A bill to allow Election Day voter registration died Thursday — ironically killed by election officials who worried that it could work too well, and cause them too much work, in a state that has among the worst voter turnout in the nation. HB91 died on a 10-18 vote in the Senate, after earlier passing the House 58-14. Most of the opposition cited was from county clerks who said it could create more work than they could now handle between when votes are cast and when counts must be finalized. Sen. Scott Jenkins, R-Plain City, Senate sponsor of the bill, tried to overcome that by amending the bill to delay enactment for two years to give clerks time to prepare. Another amendment was added to sunset the bill after another two years — unless lawmakers decided it worked well enough to extend.
Virginia: Cuccinelli appoints commission to streamline felony voting rights restoration | Daily Press
Attorney General Ken Cuccinelli and Gov. Bob McDonnell made some gains in their recent quest to put the state on a path to restoring the right to vote to non-violent convicted felons who have served their sentences. But the General Assembly — actually, a single subcommittee in the House of Delegates — killed the effort to begin to amend the Virginia constitution to allow for voter rights restoration. As of now, the state constitution forever bars convicted felons of the right to vote unless the governor grants them a waiver. This week, Cuccinelli announced the creation of a bipartisan “Attorney General’s Rights Restoration Advisory Committee” to examine what alternatives may be available within the framework of the state’s constitution to better restore voting rights to nonviolent felons who have completed their sentences. “Many of those who helped found Virginia came to the New World for a second chance,” Cuccinelli proclaimed in a press release. “Forgiveness and redemption are fundamental values of all great religions and all great societies.”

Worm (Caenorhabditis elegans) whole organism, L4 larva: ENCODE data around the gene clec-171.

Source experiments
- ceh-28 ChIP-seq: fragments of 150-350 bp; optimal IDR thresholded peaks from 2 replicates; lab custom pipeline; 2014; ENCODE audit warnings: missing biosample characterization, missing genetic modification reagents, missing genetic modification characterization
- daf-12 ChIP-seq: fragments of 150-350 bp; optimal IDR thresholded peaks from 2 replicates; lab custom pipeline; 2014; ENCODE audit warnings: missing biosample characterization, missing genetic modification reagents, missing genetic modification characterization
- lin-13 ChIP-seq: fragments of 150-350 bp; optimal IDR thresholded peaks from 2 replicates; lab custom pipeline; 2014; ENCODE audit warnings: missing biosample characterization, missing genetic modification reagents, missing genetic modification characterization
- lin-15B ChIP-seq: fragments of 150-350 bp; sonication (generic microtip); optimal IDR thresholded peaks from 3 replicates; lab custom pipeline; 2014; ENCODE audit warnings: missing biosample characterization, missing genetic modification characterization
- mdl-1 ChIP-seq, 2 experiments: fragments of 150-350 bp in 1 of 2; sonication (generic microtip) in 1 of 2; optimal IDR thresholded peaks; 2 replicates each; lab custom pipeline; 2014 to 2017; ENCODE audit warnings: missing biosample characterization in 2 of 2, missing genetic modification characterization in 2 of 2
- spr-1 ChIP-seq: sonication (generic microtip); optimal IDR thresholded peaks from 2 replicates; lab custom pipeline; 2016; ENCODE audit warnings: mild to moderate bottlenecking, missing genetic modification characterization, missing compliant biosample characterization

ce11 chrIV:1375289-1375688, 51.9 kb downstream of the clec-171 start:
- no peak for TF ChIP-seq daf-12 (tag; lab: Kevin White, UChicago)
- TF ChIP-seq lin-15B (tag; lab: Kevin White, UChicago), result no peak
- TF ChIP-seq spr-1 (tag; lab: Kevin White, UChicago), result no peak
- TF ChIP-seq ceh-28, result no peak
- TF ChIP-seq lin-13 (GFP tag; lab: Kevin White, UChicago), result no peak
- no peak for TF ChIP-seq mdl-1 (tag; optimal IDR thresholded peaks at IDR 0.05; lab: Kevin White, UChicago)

My participation in Legacy International’s Legislative Fellows delegation to Egypt this week has included a great deal of discussion regarding what constitutes “true” democracy. The Egyptians we’ve met have used words including “true” and “pure” to describe the democracy we have in the U.S., contrasting our system with the political system that’s been built in Egypt since the 2011 revolution, which is widely perceived by Egyptians to fall short of “true” democracy. Yes, Egypt has held parliamentary, presidential and constitutional referendum elections over the past two years, but the legitimacy of the government remains in question. Egypt’s first post-revolution parliamentary and presidential elections were held before a new constitution was drafted, under election laws that were issued by the interim “caretaker” Egyptian Military-based government but later declared unconstitutional by Egypt’s High Constitutional Court. Egypt’s new constitution was written by a government elected under the unconstitutional election laws, a government dominated by the Muslim Brotherhood. In addition to the laws under which the elections were conducted being declared unconstitutional, many believe fraud was committed during the elections, including ballot box stuffing and fraudulent counting and reporting of votes cast. In short, the government of President Morsi, the new constitution and the election process itself have been heavily criticized not only by non-Islamist parties and their supporters, but also by many who actually voted for President Morsi and other Muslim Brotherhood candidates.